The Catholic Encyclopedia on "Outside the Church, No Salvation"
#11
(02-14-2014, 08:42 AM)formerbuddhist Wrote: I've never had any objections to "baptism of desire" but I do have trouble with the notion of someone being saved who does not somehow, in  some  way does not explicitly make an act of Faith in Jesus Christ. I maintain that a man could, on his deathbed, receive some sort of a divine vision interiorly that would lead him to make an explicit act of Faith in Jesus Christ and thus be justified but I really have trouble with the idea that someone can die without even the most rudimentary knowledge of Jesus Christ and still be saved.  Father Brian Harrison on the Roman Theological Forum website and on a talk given at a conference at the St Benedict Center (I know, but he's NOT a so called "feenyite) lays out well a defense of baptism of desire and does a good job showing how it must be eventually tied in with an explicit act of Faith in Jesus Christ. The reason we cannot judge what happens to any man even if he's outwardly a heretic or a pagan is because he could (and we should pray that he does, in the case of the pagan) be given that interior vision of Jesus Christ as savior that he can, in a way hidden to those at bedside, accept explicitly.
You have to ask yourself, does God expect the impossible?

If a man somehow live his whole life and never hears the Gospel message, but lives by Natural Law, is he damned?
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#12

For Lefebvre fans, there are these quotes from him:


"We must say it clearly: such a concept is radically opposed to Catholic dogma. The Church is the one ark of salvation, and we must not be afraid to affirm it. You have often heard it said, "Outside the Church there is no salvation"--a dictum which offends contemporary minds. It is easy to believe that this doctrine is no longer in effect, that it has been dropped. It seems excessively severe.

Yet nothing, in fact, has changed; nothing can be changed in this area. Our Lord did not found a number of churches: He founded only One. There is only one Cross by which we can be saved, and that Cross has been given to the Catholic Church. It has not been given to others. To His Church, His mystical bride, Christ has given all graces. No grace in the world, no grace in the history of humanity is distributed except through her.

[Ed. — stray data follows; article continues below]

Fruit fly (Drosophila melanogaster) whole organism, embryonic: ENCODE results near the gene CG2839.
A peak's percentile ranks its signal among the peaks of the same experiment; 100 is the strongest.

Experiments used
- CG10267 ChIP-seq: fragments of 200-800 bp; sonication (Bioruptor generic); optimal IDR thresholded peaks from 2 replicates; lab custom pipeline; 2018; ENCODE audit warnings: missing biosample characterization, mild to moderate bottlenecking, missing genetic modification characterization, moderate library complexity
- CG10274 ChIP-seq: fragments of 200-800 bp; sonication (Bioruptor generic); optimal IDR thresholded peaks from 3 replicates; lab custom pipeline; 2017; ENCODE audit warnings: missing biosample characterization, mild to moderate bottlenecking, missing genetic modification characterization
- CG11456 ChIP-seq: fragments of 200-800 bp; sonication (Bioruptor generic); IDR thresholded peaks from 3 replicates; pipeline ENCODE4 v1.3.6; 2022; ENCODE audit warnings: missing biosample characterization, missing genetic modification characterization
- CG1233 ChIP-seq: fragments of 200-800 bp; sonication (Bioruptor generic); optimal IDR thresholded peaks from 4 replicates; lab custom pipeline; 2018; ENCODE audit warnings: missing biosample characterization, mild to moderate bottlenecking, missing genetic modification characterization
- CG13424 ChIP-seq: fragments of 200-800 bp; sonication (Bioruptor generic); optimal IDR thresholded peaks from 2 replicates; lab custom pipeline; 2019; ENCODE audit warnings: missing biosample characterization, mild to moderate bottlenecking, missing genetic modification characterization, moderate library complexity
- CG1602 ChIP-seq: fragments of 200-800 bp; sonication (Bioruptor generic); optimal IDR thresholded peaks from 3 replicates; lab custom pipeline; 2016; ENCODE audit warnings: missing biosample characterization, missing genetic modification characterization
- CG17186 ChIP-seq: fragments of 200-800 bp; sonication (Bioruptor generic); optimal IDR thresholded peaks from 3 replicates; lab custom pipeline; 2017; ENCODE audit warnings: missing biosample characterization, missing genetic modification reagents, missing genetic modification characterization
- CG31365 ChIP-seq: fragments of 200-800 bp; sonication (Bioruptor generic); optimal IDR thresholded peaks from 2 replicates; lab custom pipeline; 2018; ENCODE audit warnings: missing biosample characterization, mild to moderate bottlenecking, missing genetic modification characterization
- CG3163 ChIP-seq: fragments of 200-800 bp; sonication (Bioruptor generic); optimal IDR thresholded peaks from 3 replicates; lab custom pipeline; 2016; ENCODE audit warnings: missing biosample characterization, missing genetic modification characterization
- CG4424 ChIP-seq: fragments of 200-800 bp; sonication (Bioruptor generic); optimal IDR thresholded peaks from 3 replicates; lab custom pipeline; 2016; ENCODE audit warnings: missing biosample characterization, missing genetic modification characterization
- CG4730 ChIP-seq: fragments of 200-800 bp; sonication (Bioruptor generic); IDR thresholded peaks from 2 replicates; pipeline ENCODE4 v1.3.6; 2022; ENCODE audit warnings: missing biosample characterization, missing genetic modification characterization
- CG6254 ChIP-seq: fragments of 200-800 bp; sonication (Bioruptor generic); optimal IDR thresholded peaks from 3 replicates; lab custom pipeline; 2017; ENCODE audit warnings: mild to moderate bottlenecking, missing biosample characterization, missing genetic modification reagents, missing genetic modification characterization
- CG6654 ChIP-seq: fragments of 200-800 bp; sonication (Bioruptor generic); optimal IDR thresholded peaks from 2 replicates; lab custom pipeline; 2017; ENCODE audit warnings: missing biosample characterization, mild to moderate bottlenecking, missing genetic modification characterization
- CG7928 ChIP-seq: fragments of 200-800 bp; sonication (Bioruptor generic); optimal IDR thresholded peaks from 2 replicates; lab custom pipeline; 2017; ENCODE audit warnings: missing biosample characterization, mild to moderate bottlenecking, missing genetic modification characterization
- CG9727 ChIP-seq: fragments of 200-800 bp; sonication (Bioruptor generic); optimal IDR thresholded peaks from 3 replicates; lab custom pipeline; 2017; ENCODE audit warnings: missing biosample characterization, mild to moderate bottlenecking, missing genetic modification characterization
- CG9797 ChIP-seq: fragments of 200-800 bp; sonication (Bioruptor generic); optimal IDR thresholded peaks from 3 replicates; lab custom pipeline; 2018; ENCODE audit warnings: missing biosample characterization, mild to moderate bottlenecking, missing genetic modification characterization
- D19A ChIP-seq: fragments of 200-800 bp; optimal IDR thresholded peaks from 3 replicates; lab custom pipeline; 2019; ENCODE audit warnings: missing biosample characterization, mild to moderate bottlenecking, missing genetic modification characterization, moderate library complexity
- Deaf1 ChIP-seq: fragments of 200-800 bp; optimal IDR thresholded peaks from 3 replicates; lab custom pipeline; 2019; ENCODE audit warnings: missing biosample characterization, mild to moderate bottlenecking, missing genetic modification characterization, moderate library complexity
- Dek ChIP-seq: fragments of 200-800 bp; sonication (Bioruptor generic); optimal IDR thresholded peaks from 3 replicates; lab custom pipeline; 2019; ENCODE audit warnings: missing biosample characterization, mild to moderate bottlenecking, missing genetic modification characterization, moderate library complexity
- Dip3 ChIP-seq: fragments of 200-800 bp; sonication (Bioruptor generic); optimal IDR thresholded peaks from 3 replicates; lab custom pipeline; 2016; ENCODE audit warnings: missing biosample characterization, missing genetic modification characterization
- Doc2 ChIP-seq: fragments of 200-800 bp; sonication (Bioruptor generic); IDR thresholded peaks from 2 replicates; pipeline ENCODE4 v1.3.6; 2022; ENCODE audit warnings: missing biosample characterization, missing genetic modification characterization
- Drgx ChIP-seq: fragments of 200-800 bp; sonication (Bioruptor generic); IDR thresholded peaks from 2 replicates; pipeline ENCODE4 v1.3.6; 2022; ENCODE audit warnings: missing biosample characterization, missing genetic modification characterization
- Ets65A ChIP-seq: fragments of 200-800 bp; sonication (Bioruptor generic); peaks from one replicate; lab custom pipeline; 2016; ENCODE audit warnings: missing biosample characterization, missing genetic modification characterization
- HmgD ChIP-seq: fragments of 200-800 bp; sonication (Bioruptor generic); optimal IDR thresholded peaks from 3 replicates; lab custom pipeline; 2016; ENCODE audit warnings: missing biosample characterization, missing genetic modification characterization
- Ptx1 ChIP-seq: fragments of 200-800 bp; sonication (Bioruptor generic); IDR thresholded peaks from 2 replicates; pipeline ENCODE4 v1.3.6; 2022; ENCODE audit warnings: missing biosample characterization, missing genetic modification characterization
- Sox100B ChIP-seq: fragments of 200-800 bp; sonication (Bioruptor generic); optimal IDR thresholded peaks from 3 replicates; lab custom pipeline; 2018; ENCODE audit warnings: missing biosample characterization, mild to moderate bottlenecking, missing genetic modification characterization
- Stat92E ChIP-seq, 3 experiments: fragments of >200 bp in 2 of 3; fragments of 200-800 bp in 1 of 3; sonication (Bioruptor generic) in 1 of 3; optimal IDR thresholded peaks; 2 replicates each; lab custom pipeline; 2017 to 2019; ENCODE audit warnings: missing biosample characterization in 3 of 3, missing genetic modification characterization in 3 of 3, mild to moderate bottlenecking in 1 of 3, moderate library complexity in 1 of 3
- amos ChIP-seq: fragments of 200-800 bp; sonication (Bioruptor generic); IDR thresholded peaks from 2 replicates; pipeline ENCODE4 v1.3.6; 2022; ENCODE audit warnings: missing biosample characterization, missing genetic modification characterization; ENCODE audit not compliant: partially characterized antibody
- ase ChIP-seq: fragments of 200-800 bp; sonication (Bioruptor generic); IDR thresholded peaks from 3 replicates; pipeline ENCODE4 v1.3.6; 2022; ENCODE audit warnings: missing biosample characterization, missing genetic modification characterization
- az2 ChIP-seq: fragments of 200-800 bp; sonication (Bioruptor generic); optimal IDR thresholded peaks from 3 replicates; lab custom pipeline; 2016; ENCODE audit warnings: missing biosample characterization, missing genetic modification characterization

Does that mean that no Protestant, no Muslim, no Buddhist or animist will be saved? No, it would be a second error to think that. Those who cry for intolerance in interpreting St. Cyprian's formula, “Outside the Church there is no salvation,” also reject the Creed, “I confess one baptism for the remission of sins,” and are insufficiently instructed as to what baptism is. There are three ways of receiving it: the baptism of water; the baptism of blood (that of the martyrs who confessed the faith while still catechumens) and baptism of desire.

Baptism of desire can be explicit. Many times in Africa I heard one of our catechumens say to me, “Father, baptize me straightaway because if I die before you come again, I shall go to hell.” I told him “No, if you have no mortal sin on your conscience and if you desire baptism, then you already have the grace in you.”

The doctrine of the Church also recognizes implicit baptism of desire. This consists in doing the will of God. God knows all men and He knows that amongst Protestants, Muslims, Buddhists and in the whole of humanity there are men of good will. They receive the grace of baptism without knowing it, but in an effective way. In this way they become part of the Church.

The error consists in thinking that they are saved by their religion. They are saved in their religion but not by it. There is no Buddhist church in heaven, no Protestant church. This is perhaps hard to accept, but it is the truth. I did not found the Church, but rather Our Lord the Son of God. As priests we must state the truth."(Archbishop Lefebvre, Open Letter to Confused Catholics)


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Archbishop Lefebvre, "Against the Heresies," pages 216-217, on Proposition #16 of the Syllabus of Errors, in which Pope Pius IX condemned the following statement: "Man may, in the observance of any religion whatever, find the way of eternal salvation, and arrive at eternal salvation":